TOKYO (Reuters) - Toshiba Corp has asked a Japanese law firm to help estimate the potential financial impact if it decides its U.S. nuclear unit Westinghouse should file for Chapter 11 protection from creditors, sources with knowledge of the matter said.
Toshiba is looking at a potential Chapter 11 filing as one of several options for Westinghouse as a means to limit future losses from the Pittsburgh-based company, the two sources said.
The sources declined to be identified as they were not authorized to speak to the media.
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Last week, responding to media reports on a potential Chapter 11 filing, Toshiba said it was not aware Westinghouse was considering the step.
A spokesman on Wednesday said the company had no immediate comment on whether a law firm had been approached about the matter.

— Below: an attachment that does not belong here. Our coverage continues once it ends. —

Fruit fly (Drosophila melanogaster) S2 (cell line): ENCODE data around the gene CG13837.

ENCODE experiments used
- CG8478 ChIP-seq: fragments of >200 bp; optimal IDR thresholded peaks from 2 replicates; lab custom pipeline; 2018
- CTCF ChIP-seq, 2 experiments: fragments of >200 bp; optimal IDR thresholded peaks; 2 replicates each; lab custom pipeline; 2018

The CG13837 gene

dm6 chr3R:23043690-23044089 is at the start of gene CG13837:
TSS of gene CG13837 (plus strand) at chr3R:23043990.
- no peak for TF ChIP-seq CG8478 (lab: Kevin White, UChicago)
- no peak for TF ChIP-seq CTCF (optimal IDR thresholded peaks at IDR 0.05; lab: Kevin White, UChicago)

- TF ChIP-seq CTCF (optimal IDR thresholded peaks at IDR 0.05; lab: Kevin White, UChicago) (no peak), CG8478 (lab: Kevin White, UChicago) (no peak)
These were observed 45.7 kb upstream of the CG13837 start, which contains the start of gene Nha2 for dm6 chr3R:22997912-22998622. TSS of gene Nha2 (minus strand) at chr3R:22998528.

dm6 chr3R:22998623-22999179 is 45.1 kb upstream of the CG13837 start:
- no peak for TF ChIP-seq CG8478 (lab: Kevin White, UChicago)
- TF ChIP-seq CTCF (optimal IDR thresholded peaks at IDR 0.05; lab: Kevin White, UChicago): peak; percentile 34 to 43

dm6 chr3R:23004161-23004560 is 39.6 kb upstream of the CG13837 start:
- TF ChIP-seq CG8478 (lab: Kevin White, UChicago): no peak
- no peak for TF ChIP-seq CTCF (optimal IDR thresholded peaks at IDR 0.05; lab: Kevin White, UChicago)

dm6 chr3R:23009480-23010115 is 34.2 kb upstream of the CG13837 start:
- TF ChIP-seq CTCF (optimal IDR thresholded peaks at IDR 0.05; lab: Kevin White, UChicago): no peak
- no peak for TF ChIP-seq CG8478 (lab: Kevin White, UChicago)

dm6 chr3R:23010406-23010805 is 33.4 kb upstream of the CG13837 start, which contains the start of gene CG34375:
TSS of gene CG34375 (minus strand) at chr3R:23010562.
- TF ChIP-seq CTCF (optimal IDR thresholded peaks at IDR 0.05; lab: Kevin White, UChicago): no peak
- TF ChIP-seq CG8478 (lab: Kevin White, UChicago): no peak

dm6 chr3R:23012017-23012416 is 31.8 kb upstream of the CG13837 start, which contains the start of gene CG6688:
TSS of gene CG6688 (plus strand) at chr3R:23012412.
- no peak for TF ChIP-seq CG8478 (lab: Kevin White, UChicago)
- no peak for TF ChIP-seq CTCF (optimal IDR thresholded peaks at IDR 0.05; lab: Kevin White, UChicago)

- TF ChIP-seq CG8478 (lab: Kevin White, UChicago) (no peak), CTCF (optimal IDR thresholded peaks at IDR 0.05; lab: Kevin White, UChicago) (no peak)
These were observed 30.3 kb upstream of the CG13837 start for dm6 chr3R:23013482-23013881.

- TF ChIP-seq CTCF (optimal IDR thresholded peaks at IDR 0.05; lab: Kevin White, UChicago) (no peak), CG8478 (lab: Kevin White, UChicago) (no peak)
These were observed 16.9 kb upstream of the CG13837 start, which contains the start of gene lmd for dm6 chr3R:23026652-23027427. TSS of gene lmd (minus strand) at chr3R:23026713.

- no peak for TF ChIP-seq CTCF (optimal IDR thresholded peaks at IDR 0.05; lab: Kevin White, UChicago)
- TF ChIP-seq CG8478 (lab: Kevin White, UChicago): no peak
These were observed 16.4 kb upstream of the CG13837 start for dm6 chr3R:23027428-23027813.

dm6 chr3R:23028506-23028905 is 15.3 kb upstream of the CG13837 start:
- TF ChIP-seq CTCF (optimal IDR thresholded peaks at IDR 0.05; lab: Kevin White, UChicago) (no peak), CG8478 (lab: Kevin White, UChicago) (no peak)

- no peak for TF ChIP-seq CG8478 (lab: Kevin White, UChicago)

The TVs-to-construction conglomerate has been plunged into crisis after it emerged that cost overruns at two U.S. nuclear power plant construction projects would result in a $6.3 billion writedown - forcing it to put a majority stake in its prized chips business up for sale.
Analysts and sources with knowledge of the matter have previously said that even under a Chapter 11 filing, Toshiba could still be on the hook for up to $7 billion in contingent liabilities as it has guaranteed Westinghouse's contractual commitments - an arrangement typical for the nuclear industry.
Toshiba dispatched a group of experts, including lawyers, to Westinghouse in mid-February to assess the U.S. unit's assets, the two sources said.
Preliminary estimates from that group show a Westinghouse bankruptcy filing would result in Toshiba having to take a fresh charge of at least 300 billion yen ($2.6 billion), the sources said.
That figure is narrower in scope than the $7 billion Toshiba has in contingent liabilities, as it does not include damages that Westinghouse's customers may seek from Toshiba, including damages that the owners of the two projects could claim if they were not completed.
A Chapter 11 filing would still yield benefits, however, as Westinghouse would come off Toshiba's consolidated accounts. That could offset some of the charge, the sources said.
(Reporting by Taro Fuse additional reporting by Taiga Uranaka; writing by Makiko Yamazaki; editing by Jason Neely)